G. Parthasarthy, former Indian Ambassador to Myanmar (1992-95); High Commissioner of India to Australia (1995-98); High Commissioner to Pakistan (1998-2000) and High Commissioner to Cyprus (1990-92). He later became spokesperson of the Ministry of External Affairs and the Prime Minister’s Office and is now a Visiting Professor in the Centre for Policy Research in New Delhi (see his blog), a Senior Fellow at the Centre for Strategic and International Studies and a member of the Executive Committee of the Centre for Air Power Studies in New Delhi. He is regarded as a "hawk" when it comes to matters of defence and policies on Pakistan and terrorism. He addressed the conference in Hindi.
Dr Ajay Lele, from the Institute for Defence Studies and Analyses, Delhi. Whose expertise is in Weapons of Mass Destructions with a major emphasis on Biological Weapons, Space and National Security and Non Military Threats. His recent publications include Asian Space Race: Rhetoric or Reality? (published by Springer, 2013) and Strategic Technologies for the Military: Breaking New Frontiers (a SAGE Publication, 2009). Unfortunately his presentation was also in Hindi so I cannot comment further but it was well received by the audience!
N.D. Jayaprakash, political activist, Joint Secretary of the Delhi Science Forum, Member of the Coalition for Nuclear Disarmament and Peace (CNDP) and author of "The Tragic Fate of Rajiv Gandhi's 'Action Plan'" which was published in Counter Punch in June 2013. He is also Co-Convener of the Bhopal Gas Peedith Sangharsh Sahayog Samiti (BGPSSS) – a coalition of organizations supporting the cause of the Bhopal gas victims. He can be reached at:
Bernie Meyer, long-time peace activist who, dressed in traditional dhoti with walking stick, brings the legendary Mahatma Gandhi to life. Bernie began portraying Gandhi in the US in February 2002 and was first invited to India in 2004, where he is now known as "the American Gandhi.” He continues to bring Gandhi to the issues and needs of the day, Gandhi shows us the way he says - we can 'be the change' we want.
  Manasi Mahanty, Post-Doctoral Fellow, Dept. of Political Science, University of Hyderabad.



In addition:

  • Prime Minister Rajiv Gandhi's speech on "A World Free of Nuclear Weapons" to the UN General Assembly in June 1988 was often referred to, it contains a quote from Mahatma Gandhi "The moral to be legitimately drawn from the supreme tragedy of the bomb is that it will not be destroyed by counter bombs, even as, violence cannot be destroyed by counter- violence. Mankind has to get out of violence only through non-violence" and also a statement that has become even more important: "the new structure of international relations to sustain a world beyond nuclear weapons will have to be based on the principles of coexistence, the non-use of force, non-intervention in the internal affairs on other countries, and the right of every state to pursue its own path of development."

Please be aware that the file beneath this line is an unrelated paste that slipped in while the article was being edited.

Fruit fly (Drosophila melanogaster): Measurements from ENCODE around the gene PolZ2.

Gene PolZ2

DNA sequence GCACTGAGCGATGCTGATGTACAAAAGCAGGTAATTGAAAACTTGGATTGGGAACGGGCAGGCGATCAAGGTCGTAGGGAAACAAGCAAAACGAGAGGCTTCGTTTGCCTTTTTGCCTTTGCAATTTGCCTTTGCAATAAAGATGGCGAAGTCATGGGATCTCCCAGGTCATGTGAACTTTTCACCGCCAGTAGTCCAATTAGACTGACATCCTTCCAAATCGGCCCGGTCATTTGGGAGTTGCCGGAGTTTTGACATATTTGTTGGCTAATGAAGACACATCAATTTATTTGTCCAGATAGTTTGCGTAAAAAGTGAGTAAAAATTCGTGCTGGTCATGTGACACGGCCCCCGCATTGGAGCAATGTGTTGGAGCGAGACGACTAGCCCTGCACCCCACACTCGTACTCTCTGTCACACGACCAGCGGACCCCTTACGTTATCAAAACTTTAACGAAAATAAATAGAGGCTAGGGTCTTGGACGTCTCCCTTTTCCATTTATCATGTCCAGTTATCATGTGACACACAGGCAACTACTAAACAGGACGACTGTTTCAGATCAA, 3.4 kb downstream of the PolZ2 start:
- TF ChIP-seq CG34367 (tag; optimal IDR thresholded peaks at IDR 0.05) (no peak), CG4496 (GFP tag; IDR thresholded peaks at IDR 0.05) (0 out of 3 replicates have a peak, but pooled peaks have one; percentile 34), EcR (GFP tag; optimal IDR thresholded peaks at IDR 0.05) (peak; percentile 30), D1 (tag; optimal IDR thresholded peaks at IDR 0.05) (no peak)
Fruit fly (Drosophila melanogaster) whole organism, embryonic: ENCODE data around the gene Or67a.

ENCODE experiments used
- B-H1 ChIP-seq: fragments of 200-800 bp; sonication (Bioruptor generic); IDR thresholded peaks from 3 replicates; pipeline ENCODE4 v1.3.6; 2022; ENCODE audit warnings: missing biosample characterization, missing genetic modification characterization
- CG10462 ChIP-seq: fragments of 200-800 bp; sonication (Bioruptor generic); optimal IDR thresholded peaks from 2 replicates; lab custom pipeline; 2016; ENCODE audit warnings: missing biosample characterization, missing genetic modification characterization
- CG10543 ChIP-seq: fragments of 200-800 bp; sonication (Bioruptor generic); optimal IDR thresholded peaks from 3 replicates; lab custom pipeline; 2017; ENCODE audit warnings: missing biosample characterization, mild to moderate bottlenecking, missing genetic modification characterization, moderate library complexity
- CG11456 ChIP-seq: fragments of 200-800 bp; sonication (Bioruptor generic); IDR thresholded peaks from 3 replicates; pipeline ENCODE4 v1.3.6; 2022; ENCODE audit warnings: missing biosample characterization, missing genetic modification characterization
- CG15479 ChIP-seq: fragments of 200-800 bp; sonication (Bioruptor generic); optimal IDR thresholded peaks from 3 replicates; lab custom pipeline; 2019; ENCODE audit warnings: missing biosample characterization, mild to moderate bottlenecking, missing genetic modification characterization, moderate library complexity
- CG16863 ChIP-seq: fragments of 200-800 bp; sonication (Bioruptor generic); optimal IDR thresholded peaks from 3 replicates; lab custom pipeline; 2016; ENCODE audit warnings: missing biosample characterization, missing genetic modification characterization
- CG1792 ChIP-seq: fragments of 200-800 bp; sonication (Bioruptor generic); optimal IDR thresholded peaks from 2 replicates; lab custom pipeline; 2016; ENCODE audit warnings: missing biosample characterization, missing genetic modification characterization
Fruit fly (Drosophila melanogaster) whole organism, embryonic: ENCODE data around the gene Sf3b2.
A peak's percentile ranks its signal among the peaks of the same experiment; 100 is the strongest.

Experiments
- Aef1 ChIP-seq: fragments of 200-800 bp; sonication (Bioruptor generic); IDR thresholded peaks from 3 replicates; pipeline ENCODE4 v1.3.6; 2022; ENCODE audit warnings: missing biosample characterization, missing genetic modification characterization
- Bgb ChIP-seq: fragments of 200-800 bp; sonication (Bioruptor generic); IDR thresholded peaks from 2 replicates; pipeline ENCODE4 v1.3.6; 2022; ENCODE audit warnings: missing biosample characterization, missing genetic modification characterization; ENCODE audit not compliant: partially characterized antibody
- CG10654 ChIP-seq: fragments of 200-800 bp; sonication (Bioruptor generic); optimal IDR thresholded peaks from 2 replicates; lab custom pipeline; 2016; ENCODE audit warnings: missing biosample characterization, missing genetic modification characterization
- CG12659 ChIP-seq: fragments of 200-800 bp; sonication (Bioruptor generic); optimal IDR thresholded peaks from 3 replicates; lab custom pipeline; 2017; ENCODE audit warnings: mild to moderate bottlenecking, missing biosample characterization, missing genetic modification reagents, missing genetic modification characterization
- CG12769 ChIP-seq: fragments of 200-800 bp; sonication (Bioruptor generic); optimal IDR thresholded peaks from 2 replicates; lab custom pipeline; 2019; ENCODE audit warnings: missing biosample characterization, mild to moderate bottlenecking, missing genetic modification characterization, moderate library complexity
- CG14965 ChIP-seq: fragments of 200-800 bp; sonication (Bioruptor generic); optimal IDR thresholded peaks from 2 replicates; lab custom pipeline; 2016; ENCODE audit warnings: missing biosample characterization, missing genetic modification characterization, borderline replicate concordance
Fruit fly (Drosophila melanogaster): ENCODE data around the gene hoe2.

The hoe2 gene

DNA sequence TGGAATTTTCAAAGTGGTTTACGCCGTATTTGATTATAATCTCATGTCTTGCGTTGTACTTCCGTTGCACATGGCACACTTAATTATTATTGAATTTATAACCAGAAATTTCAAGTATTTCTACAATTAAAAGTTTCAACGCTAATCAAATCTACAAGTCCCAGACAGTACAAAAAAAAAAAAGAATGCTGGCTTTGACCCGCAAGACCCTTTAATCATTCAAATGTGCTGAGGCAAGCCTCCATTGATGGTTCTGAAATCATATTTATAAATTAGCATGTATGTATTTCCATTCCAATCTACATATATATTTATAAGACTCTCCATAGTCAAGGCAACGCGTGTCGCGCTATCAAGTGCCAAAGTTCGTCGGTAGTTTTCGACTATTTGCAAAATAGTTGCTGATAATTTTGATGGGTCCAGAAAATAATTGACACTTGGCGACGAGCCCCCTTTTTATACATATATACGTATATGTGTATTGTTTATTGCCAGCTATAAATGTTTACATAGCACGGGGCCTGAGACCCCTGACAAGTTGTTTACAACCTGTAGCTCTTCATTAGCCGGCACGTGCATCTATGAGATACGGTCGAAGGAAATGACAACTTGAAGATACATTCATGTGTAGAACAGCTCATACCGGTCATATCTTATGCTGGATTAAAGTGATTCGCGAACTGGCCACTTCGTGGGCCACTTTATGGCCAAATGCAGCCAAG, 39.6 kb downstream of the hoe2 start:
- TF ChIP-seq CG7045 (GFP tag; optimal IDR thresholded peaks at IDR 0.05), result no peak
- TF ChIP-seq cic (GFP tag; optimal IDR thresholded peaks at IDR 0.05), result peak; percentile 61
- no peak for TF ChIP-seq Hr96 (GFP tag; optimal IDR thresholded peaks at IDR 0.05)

• A paper on US missile defence called "A Threat to Nuclear Disarmament" by GN member Vladimir Radyuhin, was also circulated although Vladimir was not present (at least I didn't see him). The paper has this interesting quote from Professor Alexander Radchuk, adviser to the Chief of General Staff of the Russian Armed Forces, "Whereas in the 20th century nuclear weapons were a privilege of the powerful and technologically advanced nations, in the 21st century the opposite tendency is emerging: nuclear weapons attract countries that want to compensate for their technological weaknesses" - this is certainly the case for the UK! The paper also ends on a positive note - suggesting that there is a good relationship and understanding between the US and Russian leaders.

  • Iraklis Tsavdaridis, the Executive Secretary of the World Peace Council, presented an important paper on the "Abolition of Multilateral Military Bases and Military Alliances";

  • Ogata Yasup, co-chair of the World Conference Against A&H Bombs and vice-chair of the Executive Committee of the Japanese Communist party presented a paper on "Mahatma Gandhi and Japan - An Approach Towards East Asian Peace";

  • Another paper by Vishnu Bhagwat on "The Weaponization of Space: Corporate Driven Military Unleashes Preemptive Wars" was not presented at the conference but is well worth reading in its entirety.

Day 3 - October 6, 2013

10.00 – 11.30 am

Session 5: “Asian Union for Peace and Development”

11.30 – 1.30 pm

Valedictory Session

1.30 pm


This final session on an Asian Union for Peace and Development was very interesting there were some excellent papers and I learnt a lot about ASEAN and SAARC and the Asia Cooperation Dialogue.

The Valedictory session gave an opportunity for some of the speakers to give their impressions of the conference. I was on the panel alongside the following:

Chief Guest was Justice C. S. Dharmadhikari, a very well known and respected Indian independence movement activist, a lawyer, a judge and an author. He was acting chief justice of Bombay High Court and is President and Co-Founder of the Global Schools Foundation. He gave a long speech in Hindi which was much appreciated by the audience.
A.M. Mathur gave his review of the conference, also in Hindi.
Dr N.P. Jain presented the Indore Conference Declaration which had been put together and agreed by the conference organisers and presenters.
Ikralis Tsavardis, Executive Secretary-General, World Peace Council, welcomed the Declaration and presented his thanks to the organisers and best wishes for the future.
Ogata Yasup, Co-chairperson of the world conference against A&H Bombs, Vice Chairperson of the Executive Committee of the Japanese Communist Party and former member of the House of Councillors.
Ved Pratap Vaidik, eminent journalist and social activist.

The final session and singing of "We will Overcome"
A.M. Mathur, C. S. Dharmadhikari, Ved Pratap Vaidik, Ogata Yasup, Ikralis Tsavardis, N.P. Jain, Dave Webb, A. A. Abbasi, N. J. Rao